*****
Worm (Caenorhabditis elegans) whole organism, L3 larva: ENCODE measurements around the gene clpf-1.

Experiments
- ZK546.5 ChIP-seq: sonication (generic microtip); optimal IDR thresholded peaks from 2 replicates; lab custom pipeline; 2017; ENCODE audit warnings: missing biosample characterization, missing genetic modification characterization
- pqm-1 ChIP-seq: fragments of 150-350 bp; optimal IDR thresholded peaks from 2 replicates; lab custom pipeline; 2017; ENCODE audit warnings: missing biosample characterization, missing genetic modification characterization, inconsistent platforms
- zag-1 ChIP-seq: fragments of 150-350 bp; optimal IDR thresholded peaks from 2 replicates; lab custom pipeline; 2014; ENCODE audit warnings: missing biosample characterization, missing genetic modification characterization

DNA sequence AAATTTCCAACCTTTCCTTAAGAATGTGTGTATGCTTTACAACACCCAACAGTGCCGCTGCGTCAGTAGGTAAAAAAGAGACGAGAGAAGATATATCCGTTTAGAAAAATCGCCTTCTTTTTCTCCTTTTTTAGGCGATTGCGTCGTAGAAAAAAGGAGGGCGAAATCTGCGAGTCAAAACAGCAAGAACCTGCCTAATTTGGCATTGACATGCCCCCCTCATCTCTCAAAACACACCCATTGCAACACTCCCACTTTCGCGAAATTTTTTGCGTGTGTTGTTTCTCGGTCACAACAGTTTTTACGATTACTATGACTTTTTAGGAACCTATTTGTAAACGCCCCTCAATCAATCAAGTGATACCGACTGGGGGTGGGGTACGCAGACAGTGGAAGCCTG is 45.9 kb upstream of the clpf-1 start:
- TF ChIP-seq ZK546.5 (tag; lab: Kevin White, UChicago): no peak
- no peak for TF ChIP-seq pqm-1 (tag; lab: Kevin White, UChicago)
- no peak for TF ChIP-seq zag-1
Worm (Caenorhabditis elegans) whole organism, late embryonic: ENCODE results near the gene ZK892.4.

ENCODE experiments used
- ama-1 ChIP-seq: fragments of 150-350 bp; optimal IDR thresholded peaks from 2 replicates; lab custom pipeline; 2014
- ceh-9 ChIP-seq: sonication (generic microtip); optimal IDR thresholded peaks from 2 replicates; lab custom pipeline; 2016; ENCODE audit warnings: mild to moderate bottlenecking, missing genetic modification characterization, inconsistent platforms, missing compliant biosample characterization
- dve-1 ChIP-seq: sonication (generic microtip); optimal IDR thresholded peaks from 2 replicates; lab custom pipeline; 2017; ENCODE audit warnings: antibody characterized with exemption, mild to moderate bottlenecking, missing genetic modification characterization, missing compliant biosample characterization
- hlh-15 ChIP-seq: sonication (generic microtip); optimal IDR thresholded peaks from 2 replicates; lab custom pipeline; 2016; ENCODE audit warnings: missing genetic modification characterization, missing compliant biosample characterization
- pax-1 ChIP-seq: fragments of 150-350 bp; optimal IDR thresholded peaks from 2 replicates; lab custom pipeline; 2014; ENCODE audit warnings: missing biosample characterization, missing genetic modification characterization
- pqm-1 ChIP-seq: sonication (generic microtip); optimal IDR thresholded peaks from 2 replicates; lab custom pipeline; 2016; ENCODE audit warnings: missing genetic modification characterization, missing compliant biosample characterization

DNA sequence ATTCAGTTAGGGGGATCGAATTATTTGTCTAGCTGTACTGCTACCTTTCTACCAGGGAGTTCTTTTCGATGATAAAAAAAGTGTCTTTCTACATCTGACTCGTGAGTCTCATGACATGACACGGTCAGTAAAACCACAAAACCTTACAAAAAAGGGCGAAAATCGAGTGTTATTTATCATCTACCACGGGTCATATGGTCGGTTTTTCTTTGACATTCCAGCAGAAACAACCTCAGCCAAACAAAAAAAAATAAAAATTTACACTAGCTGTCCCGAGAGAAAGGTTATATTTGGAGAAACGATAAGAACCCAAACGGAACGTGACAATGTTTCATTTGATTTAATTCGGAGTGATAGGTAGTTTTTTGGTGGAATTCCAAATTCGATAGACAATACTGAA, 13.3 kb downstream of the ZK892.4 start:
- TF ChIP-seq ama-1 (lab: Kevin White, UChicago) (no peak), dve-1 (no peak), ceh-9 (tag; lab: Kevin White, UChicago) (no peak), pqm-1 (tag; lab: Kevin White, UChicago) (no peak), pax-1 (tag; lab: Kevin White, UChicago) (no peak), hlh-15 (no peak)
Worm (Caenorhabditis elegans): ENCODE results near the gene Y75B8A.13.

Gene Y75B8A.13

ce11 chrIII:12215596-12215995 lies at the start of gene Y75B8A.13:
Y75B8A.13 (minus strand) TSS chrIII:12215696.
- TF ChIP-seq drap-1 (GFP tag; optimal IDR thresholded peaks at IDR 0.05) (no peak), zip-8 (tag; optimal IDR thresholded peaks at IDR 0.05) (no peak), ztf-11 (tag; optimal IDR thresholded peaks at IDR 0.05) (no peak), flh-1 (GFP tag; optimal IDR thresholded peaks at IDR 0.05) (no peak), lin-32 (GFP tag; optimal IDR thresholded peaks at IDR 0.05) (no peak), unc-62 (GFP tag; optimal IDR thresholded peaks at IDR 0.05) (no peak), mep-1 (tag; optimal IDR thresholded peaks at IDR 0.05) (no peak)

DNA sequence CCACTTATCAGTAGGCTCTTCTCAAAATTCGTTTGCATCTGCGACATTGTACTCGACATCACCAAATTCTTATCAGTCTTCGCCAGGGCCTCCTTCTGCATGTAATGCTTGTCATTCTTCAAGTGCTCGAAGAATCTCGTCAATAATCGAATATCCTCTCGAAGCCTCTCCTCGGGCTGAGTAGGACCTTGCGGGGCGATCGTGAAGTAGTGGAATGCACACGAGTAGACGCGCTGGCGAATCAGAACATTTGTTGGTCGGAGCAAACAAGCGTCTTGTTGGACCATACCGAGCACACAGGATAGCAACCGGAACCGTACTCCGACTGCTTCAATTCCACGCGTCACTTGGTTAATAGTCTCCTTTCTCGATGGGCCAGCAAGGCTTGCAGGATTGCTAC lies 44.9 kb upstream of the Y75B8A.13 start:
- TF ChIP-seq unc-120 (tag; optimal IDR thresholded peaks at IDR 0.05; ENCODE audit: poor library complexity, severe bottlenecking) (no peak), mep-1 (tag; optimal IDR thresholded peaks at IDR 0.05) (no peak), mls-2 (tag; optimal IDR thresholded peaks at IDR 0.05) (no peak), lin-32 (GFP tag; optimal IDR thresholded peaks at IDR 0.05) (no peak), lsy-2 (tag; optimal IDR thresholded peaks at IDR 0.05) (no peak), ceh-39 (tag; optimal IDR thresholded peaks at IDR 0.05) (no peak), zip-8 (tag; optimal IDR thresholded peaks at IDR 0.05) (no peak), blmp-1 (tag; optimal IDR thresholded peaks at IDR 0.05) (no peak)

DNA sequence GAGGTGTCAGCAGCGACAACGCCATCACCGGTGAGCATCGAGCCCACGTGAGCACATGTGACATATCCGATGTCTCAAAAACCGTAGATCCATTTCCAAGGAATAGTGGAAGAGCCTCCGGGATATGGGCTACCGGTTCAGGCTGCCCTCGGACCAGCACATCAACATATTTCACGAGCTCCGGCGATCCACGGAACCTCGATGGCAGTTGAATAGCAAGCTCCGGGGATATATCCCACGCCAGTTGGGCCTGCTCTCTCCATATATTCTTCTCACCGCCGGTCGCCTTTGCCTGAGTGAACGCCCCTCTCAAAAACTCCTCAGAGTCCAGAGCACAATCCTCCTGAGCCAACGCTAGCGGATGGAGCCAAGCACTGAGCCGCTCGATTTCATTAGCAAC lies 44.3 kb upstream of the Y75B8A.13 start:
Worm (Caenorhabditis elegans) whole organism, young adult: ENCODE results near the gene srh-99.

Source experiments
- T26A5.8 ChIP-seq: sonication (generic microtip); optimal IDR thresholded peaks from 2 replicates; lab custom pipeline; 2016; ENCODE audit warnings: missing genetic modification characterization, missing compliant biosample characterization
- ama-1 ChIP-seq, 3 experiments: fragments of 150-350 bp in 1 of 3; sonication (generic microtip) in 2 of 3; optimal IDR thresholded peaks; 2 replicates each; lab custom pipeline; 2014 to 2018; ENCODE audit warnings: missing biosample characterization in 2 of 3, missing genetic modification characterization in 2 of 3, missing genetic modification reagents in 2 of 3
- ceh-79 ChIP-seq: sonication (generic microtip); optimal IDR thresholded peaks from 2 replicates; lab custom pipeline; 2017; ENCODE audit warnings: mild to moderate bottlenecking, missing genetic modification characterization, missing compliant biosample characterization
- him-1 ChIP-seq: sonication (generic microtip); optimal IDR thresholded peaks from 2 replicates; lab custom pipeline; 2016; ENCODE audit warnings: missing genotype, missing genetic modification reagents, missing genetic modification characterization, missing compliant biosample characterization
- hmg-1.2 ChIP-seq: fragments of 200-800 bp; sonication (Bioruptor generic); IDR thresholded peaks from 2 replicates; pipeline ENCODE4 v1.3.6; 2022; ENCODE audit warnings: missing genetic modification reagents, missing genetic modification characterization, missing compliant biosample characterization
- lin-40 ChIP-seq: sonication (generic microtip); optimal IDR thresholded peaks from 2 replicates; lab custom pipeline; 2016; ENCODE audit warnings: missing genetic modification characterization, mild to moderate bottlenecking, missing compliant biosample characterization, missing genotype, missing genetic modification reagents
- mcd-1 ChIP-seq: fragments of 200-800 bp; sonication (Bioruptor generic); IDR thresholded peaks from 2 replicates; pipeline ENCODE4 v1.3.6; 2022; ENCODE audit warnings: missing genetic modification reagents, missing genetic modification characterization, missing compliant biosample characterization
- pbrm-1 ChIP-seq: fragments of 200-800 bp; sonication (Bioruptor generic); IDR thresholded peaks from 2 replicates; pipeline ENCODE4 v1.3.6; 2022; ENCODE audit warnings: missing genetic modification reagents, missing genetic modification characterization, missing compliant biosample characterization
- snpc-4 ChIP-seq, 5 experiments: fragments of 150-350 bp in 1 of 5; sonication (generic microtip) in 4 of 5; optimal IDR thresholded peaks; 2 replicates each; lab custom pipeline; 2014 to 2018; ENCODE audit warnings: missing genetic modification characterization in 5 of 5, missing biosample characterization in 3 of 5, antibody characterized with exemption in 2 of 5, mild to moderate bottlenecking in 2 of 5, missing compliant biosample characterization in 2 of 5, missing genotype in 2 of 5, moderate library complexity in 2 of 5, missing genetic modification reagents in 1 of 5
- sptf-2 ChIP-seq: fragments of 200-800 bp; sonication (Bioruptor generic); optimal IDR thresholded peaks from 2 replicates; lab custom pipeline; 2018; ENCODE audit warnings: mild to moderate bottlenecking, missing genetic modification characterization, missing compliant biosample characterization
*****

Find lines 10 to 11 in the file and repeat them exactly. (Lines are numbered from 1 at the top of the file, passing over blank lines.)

Worm (Caenorhabditis elegans) whole organism, late embryonic: ENCODE results near the gene ZK892.4.

ENCODE experiments used